Okay, open real big like an alligator. There we go. That’s a cute face. And what we do with our dental floss is, we go in between each tooth. Hugging the tooth. We give it a big bear hug and make sure we get those sugar bugs out. Because, what sugar bugs do is cause cavities. And, we don’t want any of those, do we? No. Okay.
Let’s give another rinse with our squirt gun here. And, here comes Mr. Thirsty. Close your mouth, good girl. Now, the last step that we do at the dental office for children, is we put a fluoride varnish on. Okay, what I’m going to do is take my little brush here. You’re gonna open the mouth. We’re going to dry it off with my air, I have air that comes out of my squirt gun, too. So, open real big for me. I’m going to dry off those surfaces. And then, I’m going to take this brush and I’m going to paint this varnish, all over the teeth.
What this varnish does, this is a fluoride varnish that helps protect your teeth against the sugar bugs. It’s like a vitamin for your teeth.
Okay Lexi, what we’re going to do now is take X-Rays on you, okay? X-Rays are pictures of your teeth so that we can see in between the teeth and see what’s going on in there, okay? So, what I’m going to do first is, I’m going to put on a lead blanket. This lead blanket protects you from any outside radiation. So, you’re nice and protected. It’s really heavy, isn’t? It probably weighs more than you do.
Okay, so what I’m going to have you do is just keep your chin right in there, right straight, okay? And we’re going to practice. This is our X-Ray. What you’re going to do is, I’m going to place it in your mouth, you’re going to bite down on this piece of paper, okay? And, you’re going to hold it real tight and you’re not going to move your head. And then, what I’ll do is, I’ll take the camera and I’m going to pull it up next to your cheek, right where I need it to be placed. And then, I’m going to run out of the room and I’m going to push the button and it’s going to go, Beep. And then, I’m going to run back in and, I’m going to take it out of your mouth, Okay?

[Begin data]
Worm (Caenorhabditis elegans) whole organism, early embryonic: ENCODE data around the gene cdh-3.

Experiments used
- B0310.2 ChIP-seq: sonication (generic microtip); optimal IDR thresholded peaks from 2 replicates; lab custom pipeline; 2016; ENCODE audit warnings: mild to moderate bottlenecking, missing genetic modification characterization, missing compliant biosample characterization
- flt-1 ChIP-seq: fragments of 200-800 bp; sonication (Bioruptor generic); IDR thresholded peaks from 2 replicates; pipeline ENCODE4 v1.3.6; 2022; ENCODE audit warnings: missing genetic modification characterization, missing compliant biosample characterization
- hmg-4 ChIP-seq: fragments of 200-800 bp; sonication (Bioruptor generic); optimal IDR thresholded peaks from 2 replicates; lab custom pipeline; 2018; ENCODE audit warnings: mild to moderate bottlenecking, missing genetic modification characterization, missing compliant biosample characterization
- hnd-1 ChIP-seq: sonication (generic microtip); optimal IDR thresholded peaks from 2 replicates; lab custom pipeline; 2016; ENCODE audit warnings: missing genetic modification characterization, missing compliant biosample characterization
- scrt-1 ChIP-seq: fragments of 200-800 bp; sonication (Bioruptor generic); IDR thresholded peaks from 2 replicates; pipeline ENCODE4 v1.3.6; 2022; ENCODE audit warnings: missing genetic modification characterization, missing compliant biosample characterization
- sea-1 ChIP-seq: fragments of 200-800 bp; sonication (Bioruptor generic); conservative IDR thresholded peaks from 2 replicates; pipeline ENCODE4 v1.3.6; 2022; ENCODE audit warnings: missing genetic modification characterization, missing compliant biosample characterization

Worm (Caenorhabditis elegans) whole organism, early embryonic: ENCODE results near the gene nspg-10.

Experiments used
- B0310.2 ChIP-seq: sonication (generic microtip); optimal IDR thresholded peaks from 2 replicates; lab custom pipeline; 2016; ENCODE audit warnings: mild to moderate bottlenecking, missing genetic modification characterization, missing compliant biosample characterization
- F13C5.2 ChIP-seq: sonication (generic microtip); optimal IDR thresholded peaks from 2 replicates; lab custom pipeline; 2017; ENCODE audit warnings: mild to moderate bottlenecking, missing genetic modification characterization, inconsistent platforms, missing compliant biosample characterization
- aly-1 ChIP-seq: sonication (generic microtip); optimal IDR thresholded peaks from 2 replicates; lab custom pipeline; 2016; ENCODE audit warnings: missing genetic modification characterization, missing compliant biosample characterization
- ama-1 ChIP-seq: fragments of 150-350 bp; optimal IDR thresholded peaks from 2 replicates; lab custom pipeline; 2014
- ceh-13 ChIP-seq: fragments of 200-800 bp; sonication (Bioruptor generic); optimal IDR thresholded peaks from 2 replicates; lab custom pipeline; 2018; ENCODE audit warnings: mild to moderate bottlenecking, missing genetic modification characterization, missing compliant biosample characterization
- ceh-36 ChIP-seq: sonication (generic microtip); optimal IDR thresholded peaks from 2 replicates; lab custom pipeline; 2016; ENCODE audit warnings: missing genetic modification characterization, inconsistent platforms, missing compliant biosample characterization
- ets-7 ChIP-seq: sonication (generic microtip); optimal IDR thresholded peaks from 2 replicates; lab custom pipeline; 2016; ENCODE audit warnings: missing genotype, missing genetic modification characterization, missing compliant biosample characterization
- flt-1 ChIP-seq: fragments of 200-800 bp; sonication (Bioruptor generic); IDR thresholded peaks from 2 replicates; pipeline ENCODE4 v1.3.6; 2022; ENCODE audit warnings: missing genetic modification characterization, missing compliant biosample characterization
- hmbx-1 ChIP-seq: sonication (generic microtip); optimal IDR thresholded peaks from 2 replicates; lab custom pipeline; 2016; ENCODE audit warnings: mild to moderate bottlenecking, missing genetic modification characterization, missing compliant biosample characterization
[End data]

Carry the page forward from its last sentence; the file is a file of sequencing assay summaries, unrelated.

So, let’s practice. Open real big for me, real big. There’s a big girl. Hold on, don’t move. There you go. Bite … [00:05:21], one second. Open. Okay, now. Good girl. Now, stay nice and tight, right in there. I’m going to come in and there we go. And, I’m going to run out, press the button. I’m going to run back in. Open. You did it! Awesome! And then, we’ll do one more on the other side, okay? You did a great job.
Okay, what we’re doing here mom, these are the X-Rays that we took today and, what we’re looking for is anything in between the teeth, which is why X-Rays are so important because, we cannot see clinically. These are all of Lexi’s primary teeth, her baby teeth. So, what we’re looking for is any abnormalities, this white area is the enamel that goes around the tooth. So, we’re looking for any darkness or, discoloration within that tooth.